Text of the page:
Ginette Druker Kalish

July 16, 1942, marked the day when French Jews were rounded up in Paris and transported to Vel d’Hiver, to eventually be transported to Auschwitz. My mother, Ginette Druker Kalish and her mother Lola, hid, taking refuge in a trap door in their butcher shop for ten days. My twelve year old mother would sneak out at night in search of food and water. After ten days they emerged, put on layers of clothes, ripped off their yellow star, and made their way to the Gare de Lyon train station to go south to stay with family. Unfortunately, they were arrested by the French police and placed in Camp Rivesaltes, to be sent to Auschwitz.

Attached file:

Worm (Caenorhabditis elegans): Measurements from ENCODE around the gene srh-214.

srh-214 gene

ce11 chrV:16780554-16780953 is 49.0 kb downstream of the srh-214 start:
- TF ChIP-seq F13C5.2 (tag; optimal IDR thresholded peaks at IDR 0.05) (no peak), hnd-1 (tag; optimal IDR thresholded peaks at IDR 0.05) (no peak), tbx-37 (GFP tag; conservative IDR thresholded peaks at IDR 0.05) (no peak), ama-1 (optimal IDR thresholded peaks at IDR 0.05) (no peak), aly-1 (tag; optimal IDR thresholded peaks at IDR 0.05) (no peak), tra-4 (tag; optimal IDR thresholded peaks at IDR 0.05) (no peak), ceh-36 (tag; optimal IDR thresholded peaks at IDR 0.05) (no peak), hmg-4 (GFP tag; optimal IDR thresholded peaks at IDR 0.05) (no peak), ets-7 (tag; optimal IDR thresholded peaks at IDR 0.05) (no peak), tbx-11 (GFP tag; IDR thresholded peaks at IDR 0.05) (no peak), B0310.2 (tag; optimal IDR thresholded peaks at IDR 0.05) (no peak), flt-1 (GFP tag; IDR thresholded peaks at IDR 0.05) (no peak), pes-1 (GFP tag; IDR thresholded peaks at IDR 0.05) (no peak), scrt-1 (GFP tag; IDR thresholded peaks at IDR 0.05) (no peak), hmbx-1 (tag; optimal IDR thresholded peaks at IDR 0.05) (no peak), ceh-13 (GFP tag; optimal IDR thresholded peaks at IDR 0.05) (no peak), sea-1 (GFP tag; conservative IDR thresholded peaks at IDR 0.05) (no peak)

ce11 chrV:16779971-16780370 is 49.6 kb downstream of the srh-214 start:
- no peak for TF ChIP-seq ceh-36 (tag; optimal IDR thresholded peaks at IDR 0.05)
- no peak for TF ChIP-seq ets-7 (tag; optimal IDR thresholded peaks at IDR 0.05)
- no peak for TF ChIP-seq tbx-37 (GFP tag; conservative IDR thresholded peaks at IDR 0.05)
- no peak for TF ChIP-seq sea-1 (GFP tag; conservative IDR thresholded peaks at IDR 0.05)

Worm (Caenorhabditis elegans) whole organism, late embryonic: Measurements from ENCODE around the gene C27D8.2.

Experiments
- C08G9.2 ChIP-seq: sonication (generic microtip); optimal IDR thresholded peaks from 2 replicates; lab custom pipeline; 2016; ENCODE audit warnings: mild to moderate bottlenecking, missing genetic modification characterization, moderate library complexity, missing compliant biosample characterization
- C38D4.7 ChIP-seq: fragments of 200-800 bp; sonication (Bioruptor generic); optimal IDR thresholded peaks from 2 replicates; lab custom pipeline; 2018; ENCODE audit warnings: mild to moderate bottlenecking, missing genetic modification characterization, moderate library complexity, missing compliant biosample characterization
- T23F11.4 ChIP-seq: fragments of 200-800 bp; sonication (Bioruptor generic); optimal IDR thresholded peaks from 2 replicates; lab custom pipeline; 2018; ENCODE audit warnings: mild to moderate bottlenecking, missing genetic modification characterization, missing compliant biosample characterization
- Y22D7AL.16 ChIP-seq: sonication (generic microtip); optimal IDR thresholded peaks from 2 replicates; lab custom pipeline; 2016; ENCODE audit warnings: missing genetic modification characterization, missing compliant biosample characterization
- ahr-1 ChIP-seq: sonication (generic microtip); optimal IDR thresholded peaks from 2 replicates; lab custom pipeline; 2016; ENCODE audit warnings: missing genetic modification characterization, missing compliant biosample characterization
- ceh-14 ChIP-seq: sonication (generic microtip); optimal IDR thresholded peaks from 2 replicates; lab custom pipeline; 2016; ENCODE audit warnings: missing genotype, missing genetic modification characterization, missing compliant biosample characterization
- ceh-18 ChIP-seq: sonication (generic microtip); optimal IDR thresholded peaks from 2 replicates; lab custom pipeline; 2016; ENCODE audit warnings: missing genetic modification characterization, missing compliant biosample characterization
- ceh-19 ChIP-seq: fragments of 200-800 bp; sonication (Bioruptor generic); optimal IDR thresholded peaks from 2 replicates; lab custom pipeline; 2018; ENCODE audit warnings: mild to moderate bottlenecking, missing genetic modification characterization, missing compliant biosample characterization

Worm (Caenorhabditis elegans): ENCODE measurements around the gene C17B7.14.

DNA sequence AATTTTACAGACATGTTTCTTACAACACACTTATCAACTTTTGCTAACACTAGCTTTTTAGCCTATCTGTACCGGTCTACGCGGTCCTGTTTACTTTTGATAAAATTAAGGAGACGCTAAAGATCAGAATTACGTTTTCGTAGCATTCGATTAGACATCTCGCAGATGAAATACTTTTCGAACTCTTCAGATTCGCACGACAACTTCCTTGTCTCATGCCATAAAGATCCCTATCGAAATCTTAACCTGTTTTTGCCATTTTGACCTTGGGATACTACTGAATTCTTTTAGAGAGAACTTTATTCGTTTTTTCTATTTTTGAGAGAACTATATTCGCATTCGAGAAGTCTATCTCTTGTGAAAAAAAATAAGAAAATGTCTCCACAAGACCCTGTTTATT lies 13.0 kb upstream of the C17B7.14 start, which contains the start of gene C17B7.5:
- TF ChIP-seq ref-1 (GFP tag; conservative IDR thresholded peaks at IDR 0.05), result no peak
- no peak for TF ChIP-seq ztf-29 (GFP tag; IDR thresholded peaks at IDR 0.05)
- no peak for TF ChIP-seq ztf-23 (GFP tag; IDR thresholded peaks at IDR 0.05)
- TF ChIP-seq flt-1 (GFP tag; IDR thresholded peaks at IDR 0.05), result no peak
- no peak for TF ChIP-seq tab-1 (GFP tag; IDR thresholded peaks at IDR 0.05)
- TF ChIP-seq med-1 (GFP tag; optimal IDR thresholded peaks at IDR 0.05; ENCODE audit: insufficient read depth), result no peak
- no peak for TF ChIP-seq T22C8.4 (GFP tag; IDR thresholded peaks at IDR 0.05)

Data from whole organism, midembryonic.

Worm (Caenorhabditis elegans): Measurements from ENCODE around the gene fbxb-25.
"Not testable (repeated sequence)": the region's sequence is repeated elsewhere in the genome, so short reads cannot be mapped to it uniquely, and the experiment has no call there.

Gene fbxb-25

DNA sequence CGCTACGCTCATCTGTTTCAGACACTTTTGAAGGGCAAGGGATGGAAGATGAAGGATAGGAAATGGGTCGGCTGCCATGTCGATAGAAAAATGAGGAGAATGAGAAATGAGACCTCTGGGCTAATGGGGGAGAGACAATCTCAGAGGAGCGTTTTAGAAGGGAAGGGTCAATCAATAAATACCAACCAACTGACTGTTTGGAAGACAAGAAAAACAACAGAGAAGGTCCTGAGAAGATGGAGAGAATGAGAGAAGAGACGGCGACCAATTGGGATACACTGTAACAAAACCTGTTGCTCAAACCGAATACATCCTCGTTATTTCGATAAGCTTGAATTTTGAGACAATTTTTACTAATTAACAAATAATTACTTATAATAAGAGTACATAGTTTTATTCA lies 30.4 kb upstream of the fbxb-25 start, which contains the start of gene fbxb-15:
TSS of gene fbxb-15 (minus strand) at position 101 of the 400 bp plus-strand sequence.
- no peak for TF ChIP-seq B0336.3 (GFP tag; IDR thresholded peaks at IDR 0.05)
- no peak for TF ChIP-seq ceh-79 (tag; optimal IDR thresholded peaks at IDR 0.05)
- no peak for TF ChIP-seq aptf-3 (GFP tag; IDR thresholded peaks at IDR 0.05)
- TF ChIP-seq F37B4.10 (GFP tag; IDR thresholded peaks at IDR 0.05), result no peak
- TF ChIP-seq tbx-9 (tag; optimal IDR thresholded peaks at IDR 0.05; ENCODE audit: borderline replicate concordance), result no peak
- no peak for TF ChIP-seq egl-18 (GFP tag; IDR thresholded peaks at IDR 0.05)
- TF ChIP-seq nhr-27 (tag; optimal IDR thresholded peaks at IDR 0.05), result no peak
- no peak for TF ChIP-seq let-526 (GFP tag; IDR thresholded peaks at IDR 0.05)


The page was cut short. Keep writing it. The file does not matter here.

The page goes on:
Coincidentally, at that time, an American Mennonite and French professor at Gothenburg College in Indiana was visiting there in hopes to rescue children. It was a mission from the Mennonite Central Committee in the United States to manage one of their colonies for Spanish refugee children in the south of France. She was able to convince my grandmother to take her to La Ville Saint Christophe in Canet-Plage. She hid her there as a Spanish orphan, and ultimately saved her life.

On Wednesday, January 31st, we celebrate my mom’s 94th birthday. Ginette has two children, two grandchildren and three great-grandchildren to carry on her legacy. To this we also celebrate Lois Gunden, the brave American recognized by Yad Vashem as Righteous among the Nations in 2016.

Source: Elizabeth Tanzer